|RT-32||Ventspils International Radio Astronomy Center, Irbene, Latvia||32-meter fully steerable parabolic, centimetre-wave range antenna RT-32|
|Northern Cross Radio Telescope||Medicina Radio Observatory, Medicina, Bologna, Italy||408 MHz||32000 m² interferometer, cylindrical-paraboloid steerable over NS., 408 MHz, Beam=3'|
|32 m VLBI dish||Medicina Radio Observatory, Medicina, Bologna, Italy||1.4–43 GHz||32 m, fully steerable dish, 1400 MHz...43 GHz|
|32 m VLBI dish||Noto Radio Observatory, Noto, Italy,||0.3–86 GHz||32 m, fully steerable dish, 300 MHz – 86 GHz. Operates both as part of astronomical and geodetic VLBI network and as a single dish.|
|MERLIN (Multi-Element Radio Linked Interferometer Network)||United Kingdom||151 MHz – 24 GHz||Consists of the Cambridge 32 m at Mullard Radio Astronomy Observatory, Darnhall, Defford, Tabley (also known as Pickmere) and Knockin. Also includes the Lovell and Mark II telescopes at Jodrell Bank.|
|EAARO – East Anglian Astrophysiscal Research Organisation||Cambridgeshire, England||0–11 GHz||A scientific and educational charitable company currently constructing an Radio Observatory and Ground Station in Cambridgeshire|
|TNA-400||Center for deep space communications, Simferopol, Crimea||TNA-400, 32 m telescope|
|IRAM – 30m||Pico Veleta, in Granada, Spain||30m dish operated by the Institute for Millimetric Radio Astronomy (Institut de radioastronomie millimétrique, IRAM); works in the millimeter range (1mm to 3mm) both with superheterodyne and bolometric detectors.|
|Mark II||Jodrell Bank Observatory, Cheshire, England||0–24 GHz||25 m dish|
|Stockert||Bad Münstereifel-Eschweiler near Bonn, Germany||25 m dish operated by University of Bonn and Max Planck Institut für Radioastronomie, closed in 1993, now owned by NRW-Stiftung, reopened 2010 after restoration and operated by Förderverein Astropeiler Stockert|
|Toruń RT3 15 m||Toruń Centre for Astronomy, Toruń, Poland||RT3 (15 m) antenna.|
|Westerbork Synthesis Radio Telescope (WSRT)||Westerbork, Netherlands||2.8 km array of 14 25-meter dishes operated by ASTRON|
|25 m telescope||Onsala Space Observatory, Onsala, Sweden||25 m telescope|
|Dwingeloo (CAMRAS)||Dwingeloo, Netherlands||25 m steerable dish, formerly operated by ASTRON, now operated by CAMRAS|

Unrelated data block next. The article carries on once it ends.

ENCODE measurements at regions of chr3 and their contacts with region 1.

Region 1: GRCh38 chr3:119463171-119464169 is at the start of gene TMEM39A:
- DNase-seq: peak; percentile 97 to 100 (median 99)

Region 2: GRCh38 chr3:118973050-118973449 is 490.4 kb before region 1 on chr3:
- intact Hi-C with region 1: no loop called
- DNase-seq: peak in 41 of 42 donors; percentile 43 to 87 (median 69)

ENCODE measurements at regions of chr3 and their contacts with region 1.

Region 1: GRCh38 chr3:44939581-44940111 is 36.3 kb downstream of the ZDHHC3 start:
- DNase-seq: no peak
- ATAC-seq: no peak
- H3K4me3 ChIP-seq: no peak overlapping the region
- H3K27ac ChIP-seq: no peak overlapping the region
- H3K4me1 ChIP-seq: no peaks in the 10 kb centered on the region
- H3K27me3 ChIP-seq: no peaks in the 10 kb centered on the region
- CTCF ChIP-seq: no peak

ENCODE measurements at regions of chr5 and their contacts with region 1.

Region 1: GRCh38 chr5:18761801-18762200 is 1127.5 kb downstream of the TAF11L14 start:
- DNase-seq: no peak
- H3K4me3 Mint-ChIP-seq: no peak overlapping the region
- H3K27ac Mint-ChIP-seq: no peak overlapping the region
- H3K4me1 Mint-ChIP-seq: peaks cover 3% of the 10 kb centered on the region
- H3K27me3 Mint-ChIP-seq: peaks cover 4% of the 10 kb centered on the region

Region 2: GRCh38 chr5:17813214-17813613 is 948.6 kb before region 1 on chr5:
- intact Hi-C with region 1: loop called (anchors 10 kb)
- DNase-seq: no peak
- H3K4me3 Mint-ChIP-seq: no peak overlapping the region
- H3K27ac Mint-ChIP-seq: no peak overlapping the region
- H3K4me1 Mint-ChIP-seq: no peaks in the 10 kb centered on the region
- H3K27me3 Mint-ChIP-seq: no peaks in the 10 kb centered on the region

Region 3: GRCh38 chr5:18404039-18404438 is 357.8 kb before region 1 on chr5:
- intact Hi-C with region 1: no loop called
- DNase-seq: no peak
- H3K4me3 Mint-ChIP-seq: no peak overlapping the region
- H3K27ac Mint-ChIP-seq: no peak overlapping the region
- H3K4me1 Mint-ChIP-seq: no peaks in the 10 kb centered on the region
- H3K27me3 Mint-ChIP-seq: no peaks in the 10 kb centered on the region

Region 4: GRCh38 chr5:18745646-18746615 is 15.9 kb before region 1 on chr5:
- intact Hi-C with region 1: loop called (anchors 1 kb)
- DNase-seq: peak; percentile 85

|22 m telescope||Simeiz Observatory, Simeiz, Crimea||22-m radio telescope for mm and cm radio waves. Located at the foot of mount Koshka (Cat) in Katsiveli (near Simeiz). Belongs to the Crimean Astrophysical Observatory, the Department of Radioastronomy.|
|20 m telescope||Onsala Space Observatory, Onsala, Sweden||20 m telescope|
|Pluton (complex)||Center for deep space communications, Yevpatoria, Crimea||8 mirrors with diameter of 16 meters. Square is 1000 sq. meters.|
|RT-16||Ventspils International Radio Astronomy Center, Irbene, Latvia||16-meter diameter antenna RT-16|
|KAIRA||Kilpisjärvi, Enontekiö, Finland||30 m × 50 m, 768-element phased array and a 34 m diameter, 48-element phased array|
|Metsähovi Radio Observatory||Kylmälä, Kirkkonummi, Finland||2–150 GHz||13.7 m dish, operates at 2 to 150 GHz, surface accuracy 0.1 mm (rms).|
|Ryle Telescope||Mullard Radio Astronomy Observatory, Cambridge, England||Eight 13 m dishes, and is currently used as one part of the Arcminute Microkelvin Imager.|
|Erciyes University Radio Observatory||Kayseri, Turkey||12.8 m dish|
|Wurzburg v2.0 LAB/OASU (Bordeaux Observatory radio telescope)||Floirac, Gironde, France||1.4–1.7 GHz||7.5 meter diameter antenna. Observable frequency range : 1.4–1.7 GHz. Bandwidth ≈9.2 MHz|
|European VLBI Network (EVN)||Distributed across Europe with members in China, South Africa and the US||VLBI array operated by the European Consortium for VLBI|
|Plateau de Bure Interferometer||Plateau de Bure, Grenoble, France||Originally an array of 3 antennas, since 2005 has 6 antennas, operating at millimeter wavelengths.|
|Northern Extended Millimeter Array||France||12 antennas, operating at millimeter wavelengths (Operational: 2019).|
|Nançay Radio Telescope (NRT)||Nançay, France||NRT website (fr)|
|Nançay Decameter Array (DAM)||Nançay, France||10–100 MHz||DAM website (fr)|
|Nançay Radio Heliographe (NRH)||Nançay, France||150–450 MHz||NRH website (fr)|
|ALLBIN (Amateur Linked Long Baseline Interferometer Network)||Germany||A Small Network of Radio Telescopes and Radio Spectrographs doing Amateur Radio Astronomy at a Very High standard coordinated by The European Radio Astronomy Club Research and Development Telescope in Mannheim Germany.|
|LOFAR (LOw Frequency ARray)||Netherlands, Germany, Great Britain, France, Sweden, Poland, Ireland; in future possibly other countries||10–240 MHz||Low frequency array of dipole antennas at 1.25 to 30m wavelengths (10–240 MHz), with a strongly distributed signal processing system. The telescope beam is constructed in software from combinations of antenna signals. Operated by ASTRON|
|São Gião radio telescope (SGRT)||São Gião, Portugal||0.4–22 GHz||9.3 m solid surface dish, operated by PARAC|
|Arcminute Microkelvin Imager||Mullard Radio Astronomy Observatory, Cambridge, England||Small Array consists of 10 3.7-m parabolic antennas|
|The European Radio Astronomy Club Telescope and Development Facility (ERAC Telescope)||Mannheim, Germany||From 14 kHz VLF up to 40 GHz|
|ERAC Phased Array||The European Radio Astronomy Club, Elsass, France||Phased array and Digital back end based on the SKA design|